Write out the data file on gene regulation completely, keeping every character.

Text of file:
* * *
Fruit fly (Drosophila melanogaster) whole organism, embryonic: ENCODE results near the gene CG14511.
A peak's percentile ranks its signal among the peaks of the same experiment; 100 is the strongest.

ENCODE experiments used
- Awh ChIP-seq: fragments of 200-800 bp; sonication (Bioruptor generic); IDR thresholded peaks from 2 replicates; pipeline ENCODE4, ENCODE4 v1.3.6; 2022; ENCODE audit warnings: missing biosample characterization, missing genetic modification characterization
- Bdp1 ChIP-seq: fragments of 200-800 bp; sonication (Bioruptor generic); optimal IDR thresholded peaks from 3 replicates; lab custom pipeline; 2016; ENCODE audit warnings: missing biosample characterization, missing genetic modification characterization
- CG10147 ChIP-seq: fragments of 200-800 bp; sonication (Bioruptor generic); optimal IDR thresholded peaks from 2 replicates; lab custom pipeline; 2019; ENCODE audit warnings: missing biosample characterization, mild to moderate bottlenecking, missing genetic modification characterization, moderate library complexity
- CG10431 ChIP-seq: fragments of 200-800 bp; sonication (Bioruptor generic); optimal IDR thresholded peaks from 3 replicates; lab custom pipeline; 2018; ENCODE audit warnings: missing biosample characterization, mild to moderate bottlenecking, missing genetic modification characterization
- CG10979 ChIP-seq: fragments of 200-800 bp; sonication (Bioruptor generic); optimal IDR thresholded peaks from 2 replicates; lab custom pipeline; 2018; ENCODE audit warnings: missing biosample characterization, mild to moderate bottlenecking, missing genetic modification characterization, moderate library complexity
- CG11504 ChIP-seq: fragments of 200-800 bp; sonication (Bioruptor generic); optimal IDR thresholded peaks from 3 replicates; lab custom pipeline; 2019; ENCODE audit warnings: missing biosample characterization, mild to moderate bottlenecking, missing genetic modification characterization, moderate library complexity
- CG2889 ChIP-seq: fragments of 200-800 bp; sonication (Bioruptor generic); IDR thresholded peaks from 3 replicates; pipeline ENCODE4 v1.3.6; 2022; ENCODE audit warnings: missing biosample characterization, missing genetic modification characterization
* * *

Fruit fly (Drosophila melanogaster) whole organism, embryonic: ENCODE results near the gene CG14511.
A peak's percentile ranks its signal among the peaks of the same experiment; 100 is the strongest.

ENCODE experiments used
- Awh ChIP-seq: fragments of 200-800 bp; sonication (Bioruptor generic); IDR thresholded peaks from 2 replicates; pipeline ENCODE4, ENCODE4 v1.3.6; 2022; ENCODE audit warnings: missing biosample characterization, missing genetic modification characterization
- Bdp1 ChIP-seq: fragments of 200-800 bp; sonication (Bioruptor generic); optimal IDR thresholded peaks from 3 replicates; lab custom pipeline; 2016; ENCODE audit warnings: missing biosample characterization, missing genetic modification characterization
- CG10147 ChIP-seq: fragments of 200-800 bp; sonication (Bioruptor generic); optimal IDR thresholded peaks from 2 replicates; lab custom pipeline; 2019; ENCODE audit warnings: missing biosample characterization, mild to moderate bottlenecking, missing genetic modification characterization, moderate library complexity
- CG10431 ChIP-seq: fragments of 200-800 bp; sonication (Bioruptor generic); optimal IDR thresholded peaks from 3 replicates; lab custom pipeline; 2018; ENCODE audit warnings: missing biosample characterization, mild to moderate bottlenecking, missing genetic modification characterization
- CG10979 ChIP-seq: fragments of 200-800 bp; sonication (Bioruptor generic); optimal IDR thresholded peaks from 2 replicates; lab custom pipeline; 2018; ENCODE audit warnings: missing biosample characterization, mild to moderate bottlenecking, missing genetic modification characterization, moderate library complexity
- CG11504 ChIP-seq: fragments of 200-800 bp; sonication (Bioruptor generic); optimal IDR thresholded peaks from 3 replicates; lab custom pipeline; 2019; ENCODE audit warnings: missing biosample characterization, mild to moderate bottlenecking, missing genetic modification characterization, moderate library complexity
- CG2889 ChIP-seq: fragments of 200-800 bp; sonication (Bioruptor generic); IDR thresholded peaks from 3 replicates; pipeline ENCODE4 v1.3.6; 2022; ENCODE audit warnings: missing biosample characterization, missing genetic modification characterization